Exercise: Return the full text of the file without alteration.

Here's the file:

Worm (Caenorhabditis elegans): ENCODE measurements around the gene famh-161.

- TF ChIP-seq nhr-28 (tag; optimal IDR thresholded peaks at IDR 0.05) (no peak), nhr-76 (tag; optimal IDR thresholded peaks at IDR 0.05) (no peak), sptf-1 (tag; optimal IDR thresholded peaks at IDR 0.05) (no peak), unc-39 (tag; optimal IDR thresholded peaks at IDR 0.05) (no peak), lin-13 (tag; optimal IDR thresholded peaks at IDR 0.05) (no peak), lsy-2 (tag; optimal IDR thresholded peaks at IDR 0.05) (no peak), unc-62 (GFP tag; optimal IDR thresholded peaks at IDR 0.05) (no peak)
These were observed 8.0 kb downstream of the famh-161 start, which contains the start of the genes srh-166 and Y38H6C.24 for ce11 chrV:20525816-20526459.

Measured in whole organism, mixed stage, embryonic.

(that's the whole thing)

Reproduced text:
Worm (Caenorhabditis elegans): ENCODE measurements around the gene famh-161.

- TF ChIP-seq nhr-28 (tag; optimal IDR thresholded peaks at IDR 0.05) (no peak), nhr-76 (tag; optimal IDR thresholded peaks at IDR 0.05) (no peak), sptf-1 (tag; optimal IDR thresholded peaks at IDR 0.05) (no peak), unc-39 (tag; optimal IDR thresholded peaks at IDR 0.05) (no peak), lin-13 (tag; optimal IDR thresholded peaks at IDR 0.05) (no peak), lsy-2 (tag; optimal IDR thresholded peaks at IDR 0.05) (no peak), unc-62 (GFP tag; optimal IDR thresholded peaks at IDR 0.05) (no peak)
These were observed 8.0 kb downstream of the famh-161 start, which contains the start of the genes srh-166 and Y38H6C.24 for ce11 chrV:20525816-20526459.

Measured in whole organism, mixed stage, embryonic.